Home Network Security: Protecting Your Personal Space

With the recent increase in remote work environments, organizations and individuals alike should prioritize home network security to keep sensitive information protected outside of the office.

Home network security encompasses all devices connected to each other via the internet within a home, such as computers, smartphones, Wi-Fi-enabled baby monitors and cameras.

According to CISA (Cybersecurity & Infrastructure Security Agency), many home users share two common misconceptions about the security of their networks:

  1. Their network is too small to be at risk of attack.
  2. Most devices are “secure enough” as they come password protected right out of the box.

Cyber-attacks are not personal in nature and can occur on any size network, no matter how big or small!

Keeping software up to date, changing default passwords and utilizing advanced antivirus software are several ways to better secure your home Wi-Fi network. The biggest impact to the security of your network, however, comes from increasing the security of your wireless router. Below are a few tips to ensure your devices are as secure as possible.

  • Use the strongest encryption protocol available. Most routers and wireless networks come with several encryption languages, such as WEP, WPA, WPA2, and WPA3. Currently, the industry standard is WPA2, but WPA3 is becoming more widely available and is the most secure router configuration.
  • Change the router’s default password. Factory default credentials are often easier to crack and should only be used for initial device install. Make sure to choose a password or passphrase that is difficult to guess and contains at least 15-20 characters.
  • Change the default service set identifier (SSID). SSID or “network name” is a unique name that identifies a particular wireless network. Default SSID typically identifies the manufacturer and/or type of device and can make it easy for a hacker to exploit any of its known vulnerabilities. When changing your SSID, be sure to use a name that does not identify you or your location.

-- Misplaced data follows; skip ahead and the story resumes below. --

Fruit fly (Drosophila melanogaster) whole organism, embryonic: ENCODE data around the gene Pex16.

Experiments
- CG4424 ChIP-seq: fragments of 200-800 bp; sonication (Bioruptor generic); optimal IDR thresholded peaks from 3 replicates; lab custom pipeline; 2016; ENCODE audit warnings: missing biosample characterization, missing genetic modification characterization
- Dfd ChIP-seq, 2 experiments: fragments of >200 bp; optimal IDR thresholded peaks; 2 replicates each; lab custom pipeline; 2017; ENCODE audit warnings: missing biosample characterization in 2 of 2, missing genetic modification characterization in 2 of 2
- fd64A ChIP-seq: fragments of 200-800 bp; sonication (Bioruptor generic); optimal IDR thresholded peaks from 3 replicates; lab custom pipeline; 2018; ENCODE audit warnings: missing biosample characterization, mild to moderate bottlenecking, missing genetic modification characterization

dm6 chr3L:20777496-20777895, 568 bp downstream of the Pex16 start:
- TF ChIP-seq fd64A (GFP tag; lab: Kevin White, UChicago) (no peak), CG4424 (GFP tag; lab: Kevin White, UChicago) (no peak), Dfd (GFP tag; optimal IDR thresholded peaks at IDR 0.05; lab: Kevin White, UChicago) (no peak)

• Disable Wi-Fi Protected Setup (WPS). WPS lets you connect new devices to your network with the push of a button or PIN code. A numerical PIN is much easier to brute force than a unique alphanumeric passphrase and a lack of proper lockout policy makes an attack much more likely to occur.
  • Turn the network off when not in use. In cases of extended periods of non-use, it is a good idea to turn off your wireless router. Disabling the device while you are traveling or will be away from home minimizes your risk of attack.
  • Disable Universal Plug and Play (UPnP) when not needed. Plug and play software is designed to make it easier for devices like game consoles and smart TVs to access the web without a lot of extra configurations. Recent large-scale network attacks prove that hackers can use UPnP to bypass your router’s firewall, take control of your devices remotely, and spread malware to other devices on your network.
  • Disable remote management. Most routers are configured to only allow access from a connected device on the network, however, some allow access from a remote system. Turning this feature off helps guard against unauthorized individuals accessing and changing your router’s configuration.

You can access the settings for your router by entering the device’s IP address into your web browser and using the administrative password to login. Most routers use a default IP of or For specific instructions on your particular device, see the device manual or contact your Internet Service Provider.

For more information on how more secure home networks and effective remote employee policies can impact your business, contact the experts at SST today.

Thanks to SST Operations Supervisor Ashley Henson for providing the content for this post. For other helpful blogs on security protection, visit additional resources below:

Meeting the Mobility Challenge: Securing Mobile Phones
IoT Attacks: How Hackers Take Advantage of Our Connected Devices
Cybersecurity Checklist: Is Your Organization Prepared?